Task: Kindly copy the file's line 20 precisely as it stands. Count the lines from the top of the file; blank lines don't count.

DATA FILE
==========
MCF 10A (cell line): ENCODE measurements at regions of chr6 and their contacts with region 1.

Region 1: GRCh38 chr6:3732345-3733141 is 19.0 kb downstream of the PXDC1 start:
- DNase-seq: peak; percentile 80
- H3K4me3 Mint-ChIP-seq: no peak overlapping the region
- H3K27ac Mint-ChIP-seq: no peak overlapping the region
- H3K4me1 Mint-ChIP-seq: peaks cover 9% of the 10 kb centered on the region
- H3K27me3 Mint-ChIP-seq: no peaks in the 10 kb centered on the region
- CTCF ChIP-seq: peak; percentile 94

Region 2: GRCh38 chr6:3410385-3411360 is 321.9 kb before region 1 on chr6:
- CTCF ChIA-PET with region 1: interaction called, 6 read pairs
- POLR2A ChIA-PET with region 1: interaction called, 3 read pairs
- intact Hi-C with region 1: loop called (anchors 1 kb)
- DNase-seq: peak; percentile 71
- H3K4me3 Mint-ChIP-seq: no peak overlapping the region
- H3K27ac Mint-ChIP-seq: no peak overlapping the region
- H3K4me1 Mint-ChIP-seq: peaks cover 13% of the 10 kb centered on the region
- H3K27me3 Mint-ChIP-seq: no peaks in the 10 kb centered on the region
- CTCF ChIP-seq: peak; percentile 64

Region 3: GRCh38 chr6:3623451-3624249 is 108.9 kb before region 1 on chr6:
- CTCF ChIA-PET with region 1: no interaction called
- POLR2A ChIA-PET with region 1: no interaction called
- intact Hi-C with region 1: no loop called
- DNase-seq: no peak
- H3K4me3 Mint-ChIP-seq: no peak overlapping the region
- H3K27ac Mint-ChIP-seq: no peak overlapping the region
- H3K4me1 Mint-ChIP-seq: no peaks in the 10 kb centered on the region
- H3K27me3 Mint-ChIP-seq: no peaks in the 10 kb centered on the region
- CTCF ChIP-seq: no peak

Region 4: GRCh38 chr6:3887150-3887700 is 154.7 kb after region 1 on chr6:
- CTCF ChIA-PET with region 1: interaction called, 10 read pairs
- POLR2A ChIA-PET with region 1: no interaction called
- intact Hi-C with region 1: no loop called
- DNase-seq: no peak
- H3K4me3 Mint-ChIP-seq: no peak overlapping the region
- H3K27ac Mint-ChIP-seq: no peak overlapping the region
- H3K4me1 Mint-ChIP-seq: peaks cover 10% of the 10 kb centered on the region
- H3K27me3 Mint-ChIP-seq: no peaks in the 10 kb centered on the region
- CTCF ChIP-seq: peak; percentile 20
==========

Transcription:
- CTCF ChIA-PET with region 1: no interaction called